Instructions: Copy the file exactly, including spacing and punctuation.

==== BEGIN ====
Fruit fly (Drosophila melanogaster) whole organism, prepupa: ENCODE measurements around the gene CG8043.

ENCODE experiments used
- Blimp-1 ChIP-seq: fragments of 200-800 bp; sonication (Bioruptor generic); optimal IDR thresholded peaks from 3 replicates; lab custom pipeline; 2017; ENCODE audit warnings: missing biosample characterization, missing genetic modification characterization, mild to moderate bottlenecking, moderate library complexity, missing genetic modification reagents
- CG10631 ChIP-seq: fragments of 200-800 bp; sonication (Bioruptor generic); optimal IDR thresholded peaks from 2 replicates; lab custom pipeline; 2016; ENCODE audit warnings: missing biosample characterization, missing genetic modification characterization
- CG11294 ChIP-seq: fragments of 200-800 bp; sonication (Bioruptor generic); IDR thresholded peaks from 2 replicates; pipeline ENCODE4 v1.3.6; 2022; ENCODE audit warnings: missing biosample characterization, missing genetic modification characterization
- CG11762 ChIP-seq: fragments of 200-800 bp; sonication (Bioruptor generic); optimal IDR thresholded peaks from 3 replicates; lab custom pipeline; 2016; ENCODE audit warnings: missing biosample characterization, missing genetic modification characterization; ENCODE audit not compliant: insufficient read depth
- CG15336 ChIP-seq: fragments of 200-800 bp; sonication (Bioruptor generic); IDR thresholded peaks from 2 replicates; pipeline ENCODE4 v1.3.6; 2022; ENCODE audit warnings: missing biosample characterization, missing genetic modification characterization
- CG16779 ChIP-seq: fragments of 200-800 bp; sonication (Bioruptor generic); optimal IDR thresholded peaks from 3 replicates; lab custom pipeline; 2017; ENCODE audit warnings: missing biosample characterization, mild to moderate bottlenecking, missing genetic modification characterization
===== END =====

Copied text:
Fruit fly (Drosophila melanogaster) whole organism, prepupa: ENCODE measurements around the gene CG8043.

ENCODE experiments used
- Blimp-1 ChIP-seq: fragments of 200-800 bp; sonication (Bioruptor generic); optimal IDR thresholded peaks from 3 replicates; lab custom pipeline; 2017; ENCODE audit warnings: missing biosample characterization, missing genetic modification characterization, mild to moderate bottlenecking, moderate library complexity, missing genetic modification reagents
- CG10631 ChIP-seq: fragments of 200-800 bp; sonication (Bioruptor generic); optimal IDR thresholded peaks from 2 replicates; lab custom pipeline; 2016; ENCODE audit warnings: missing biosample characterization, missing genetic modification characterization
- CG11294 ChIP-seq: fragments of 200-800 bp; sonication (Bioruptor generic); IDR thresholded peaks from 2 replicates; pipeline ENCODE4 v1.3.6; 2022; ENCODE audit warnings: missing biosample characterization, missing genetic modification characterization
- CG11762 ChIP-seq: fragments of 200-800 bp; sonication (Bioruptor generic); optimal IDR thresholded peaks from 3 replicates; lab custom pipeline; 2016; ENCODE audit warnings: missing biosample characterization, missing genetic modification characterization; ENCODE audit not compliant: insufficient read depth
- CG15336 ChIP-seq: fragments of 200-800 bp; sonication (Bioruptor generic); IDR thresholded peaks from 2 replicates; pipeline ENCODE4 v1.3.6; 2022; ENCODE audit warnings: missing biosample characterization, missing genetic modification characterization
- CG16779 ChIP-seq: fragments of 200-800 bp; sonication (Bioruptor generic); optimal IDR thresholded peaks from 3 replicates; lab custom pipeline; 2017; ENCODE audit warnings: missing biosample characterization, mild to moderate bottlenecking, missing genetic modification characterization